Friday , December 4 2020

Excess weight or underweight can reduce the age of 4 years



United Kingdom (beritajatim.com) People who are overweight or underweight may reduce their life expectancy by about four years, according to a study published in the Lancet.

One of the UK's largest reports involved nearly two million people registered in clinics across the UK.

Researchers found that from the age of 40, people who had a body mass index (BMI) between 18 and 25 years had the lowest risk of dying from the disease.

But those with the highest index and the lowest BMI run lower life expectancy. BMI is calculated by comparing body weight in kilograms to the square of height in meters, and the number of "healthy" BMIs is between 18.5 and 25.

Most doctors say that this method is the best way to measure whether someone is overweight or not.

Cancer due to obesity in women
The study, published in the journal Lancet Diabetes and Endocrinology, showed life expectancies of overweight men and women 4.2 to 3.5 years lower than those who entered the healthy BMI index.

For men and women whose weight is less than normal, 4.3 and 4.5 years are smaller.

BMI is associated with several causes of death, including cancer, heart problems and respiratory diseases.

The study, with data analysis of 3.6 million people and 167,512 deaths, showed obesity or a BMI of over 30, associated with the possibility of two causes of death, heart disease and cancer.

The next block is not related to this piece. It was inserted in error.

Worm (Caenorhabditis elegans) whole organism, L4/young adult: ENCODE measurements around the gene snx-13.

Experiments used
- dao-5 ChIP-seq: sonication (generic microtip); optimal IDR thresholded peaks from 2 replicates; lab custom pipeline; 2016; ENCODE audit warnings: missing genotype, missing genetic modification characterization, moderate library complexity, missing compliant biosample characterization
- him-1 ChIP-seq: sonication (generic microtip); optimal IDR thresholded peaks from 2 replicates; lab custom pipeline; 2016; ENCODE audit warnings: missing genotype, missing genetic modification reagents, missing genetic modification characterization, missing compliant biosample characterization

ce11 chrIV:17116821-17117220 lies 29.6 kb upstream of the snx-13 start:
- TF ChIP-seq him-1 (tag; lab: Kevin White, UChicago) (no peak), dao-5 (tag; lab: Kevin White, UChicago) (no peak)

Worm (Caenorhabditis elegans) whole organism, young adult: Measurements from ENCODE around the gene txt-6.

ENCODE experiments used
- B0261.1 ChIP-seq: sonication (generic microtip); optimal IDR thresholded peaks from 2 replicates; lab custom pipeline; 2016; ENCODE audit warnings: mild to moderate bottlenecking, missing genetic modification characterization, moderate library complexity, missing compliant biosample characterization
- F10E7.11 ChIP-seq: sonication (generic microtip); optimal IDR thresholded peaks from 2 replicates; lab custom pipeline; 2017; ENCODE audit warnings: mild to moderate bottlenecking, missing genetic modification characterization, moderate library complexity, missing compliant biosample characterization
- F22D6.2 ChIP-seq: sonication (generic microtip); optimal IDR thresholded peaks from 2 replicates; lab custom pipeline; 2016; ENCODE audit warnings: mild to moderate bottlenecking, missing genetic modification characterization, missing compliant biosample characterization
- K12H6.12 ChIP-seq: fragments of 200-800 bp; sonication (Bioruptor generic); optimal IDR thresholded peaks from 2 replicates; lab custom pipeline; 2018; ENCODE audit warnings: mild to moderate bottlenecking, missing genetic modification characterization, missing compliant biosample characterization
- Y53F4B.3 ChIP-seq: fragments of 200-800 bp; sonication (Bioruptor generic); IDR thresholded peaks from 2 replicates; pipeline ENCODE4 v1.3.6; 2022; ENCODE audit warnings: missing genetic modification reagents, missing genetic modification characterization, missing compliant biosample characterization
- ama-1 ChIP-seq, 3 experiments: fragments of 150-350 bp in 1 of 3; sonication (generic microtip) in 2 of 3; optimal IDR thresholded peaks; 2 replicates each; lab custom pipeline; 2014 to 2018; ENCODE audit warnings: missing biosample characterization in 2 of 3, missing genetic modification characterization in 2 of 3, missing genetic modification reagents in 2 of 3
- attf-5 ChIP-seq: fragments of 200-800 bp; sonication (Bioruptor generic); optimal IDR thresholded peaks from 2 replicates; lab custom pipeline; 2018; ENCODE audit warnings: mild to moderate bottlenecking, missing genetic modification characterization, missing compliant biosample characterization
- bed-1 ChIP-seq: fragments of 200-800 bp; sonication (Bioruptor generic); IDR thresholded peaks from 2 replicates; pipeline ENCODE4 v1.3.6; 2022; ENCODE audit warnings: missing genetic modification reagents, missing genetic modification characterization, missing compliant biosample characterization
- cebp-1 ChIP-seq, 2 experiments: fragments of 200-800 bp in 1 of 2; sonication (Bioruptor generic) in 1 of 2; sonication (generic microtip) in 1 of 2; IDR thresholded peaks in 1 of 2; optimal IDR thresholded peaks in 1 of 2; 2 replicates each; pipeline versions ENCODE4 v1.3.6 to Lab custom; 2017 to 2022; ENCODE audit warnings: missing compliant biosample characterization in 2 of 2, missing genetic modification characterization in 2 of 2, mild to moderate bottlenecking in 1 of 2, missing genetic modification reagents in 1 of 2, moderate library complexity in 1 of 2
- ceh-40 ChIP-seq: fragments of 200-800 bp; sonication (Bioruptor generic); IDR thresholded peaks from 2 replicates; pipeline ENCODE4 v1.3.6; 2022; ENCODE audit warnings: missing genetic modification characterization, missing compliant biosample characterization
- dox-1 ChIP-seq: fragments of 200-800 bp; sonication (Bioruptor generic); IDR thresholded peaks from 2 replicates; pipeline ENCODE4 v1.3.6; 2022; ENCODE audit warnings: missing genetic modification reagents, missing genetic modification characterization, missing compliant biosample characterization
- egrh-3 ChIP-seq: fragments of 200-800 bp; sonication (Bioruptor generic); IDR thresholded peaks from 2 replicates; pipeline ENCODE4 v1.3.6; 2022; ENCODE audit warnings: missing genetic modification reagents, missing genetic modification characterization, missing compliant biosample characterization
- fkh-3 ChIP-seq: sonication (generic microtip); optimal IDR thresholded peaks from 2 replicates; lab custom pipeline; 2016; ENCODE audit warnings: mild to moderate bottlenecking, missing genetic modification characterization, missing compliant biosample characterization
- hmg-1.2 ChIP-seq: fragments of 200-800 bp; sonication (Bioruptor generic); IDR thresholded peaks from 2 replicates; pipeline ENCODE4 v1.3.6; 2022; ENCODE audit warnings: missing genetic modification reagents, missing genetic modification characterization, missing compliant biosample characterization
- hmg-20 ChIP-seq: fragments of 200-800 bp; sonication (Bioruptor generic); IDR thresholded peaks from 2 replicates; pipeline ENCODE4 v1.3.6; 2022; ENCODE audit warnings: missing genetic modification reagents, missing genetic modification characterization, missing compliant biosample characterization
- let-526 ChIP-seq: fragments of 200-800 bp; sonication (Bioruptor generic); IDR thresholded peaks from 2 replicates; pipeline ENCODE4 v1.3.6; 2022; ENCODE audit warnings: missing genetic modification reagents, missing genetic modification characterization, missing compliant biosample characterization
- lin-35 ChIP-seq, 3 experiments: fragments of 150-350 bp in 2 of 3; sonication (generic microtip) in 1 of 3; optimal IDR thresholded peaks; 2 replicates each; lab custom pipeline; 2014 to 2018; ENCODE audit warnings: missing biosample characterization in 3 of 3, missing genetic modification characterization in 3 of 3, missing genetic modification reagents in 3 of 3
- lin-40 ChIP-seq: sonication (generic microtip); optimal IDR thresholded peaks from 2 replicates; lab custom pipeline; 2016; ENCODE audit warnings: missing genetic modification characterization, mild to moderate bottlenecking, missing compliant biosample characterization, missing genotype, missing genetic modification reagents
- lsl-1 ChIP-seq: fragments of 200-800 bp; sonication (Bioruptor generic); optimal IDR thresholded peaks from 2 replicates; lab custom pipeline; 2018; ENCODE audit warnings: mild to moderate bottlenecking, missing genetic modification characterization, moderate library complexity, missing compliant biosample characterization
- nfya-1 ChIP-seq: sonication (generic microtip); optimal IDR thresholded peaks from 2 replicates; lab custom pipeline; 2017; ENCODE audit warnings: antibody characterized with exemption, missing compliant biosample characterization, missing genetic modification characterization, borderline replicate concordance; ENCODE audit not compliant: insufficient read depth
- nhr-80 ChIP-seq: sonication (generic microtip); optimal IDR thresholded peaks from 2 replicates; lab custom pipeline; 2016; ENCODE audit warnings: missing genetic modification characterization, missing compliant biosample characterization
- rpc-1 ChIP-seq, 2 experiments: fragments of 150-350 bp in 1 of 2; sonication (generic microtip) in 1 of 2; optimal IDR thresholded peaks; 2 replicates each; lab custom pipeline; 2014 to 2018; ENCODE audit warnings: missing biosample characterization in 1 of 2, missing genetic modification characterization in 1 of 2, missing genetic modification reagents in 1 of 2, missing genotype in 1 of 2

"A BMI greater than 25, the main point of a healthy index, is associated with most cancers, heart, respiratory, liver and kidney diseases," said report author Dr. Krishnan Bhaskaran.

The British Journal of Cancer reported last April that obesity was associated with 7.5% of female cancers in the UK.

The Cancer Research UK charity estimates that 23,000 women will develop cancer due to obesity by 2035.

Obesity will also be the leading cause of cancer in women by 2043 if this trend continues.

The study also revealed that severe deficiencies were associated with several other causes of death, such as "dementia, Alzheimer's disease, heart and suicide."

However, Bhaskaran said that the link between low BMI and cause of death was more "conservative" because it was unclear whether leanness was directly related to the disease or whether it was merely a sign of poor health.

He also acknowledged that this study was still limited due to lack of information on the types of food consumed and also individual physical activity. But Bhaskaran emphasizes the importance of maintaining a BMI between 21 and 25. [bbc]


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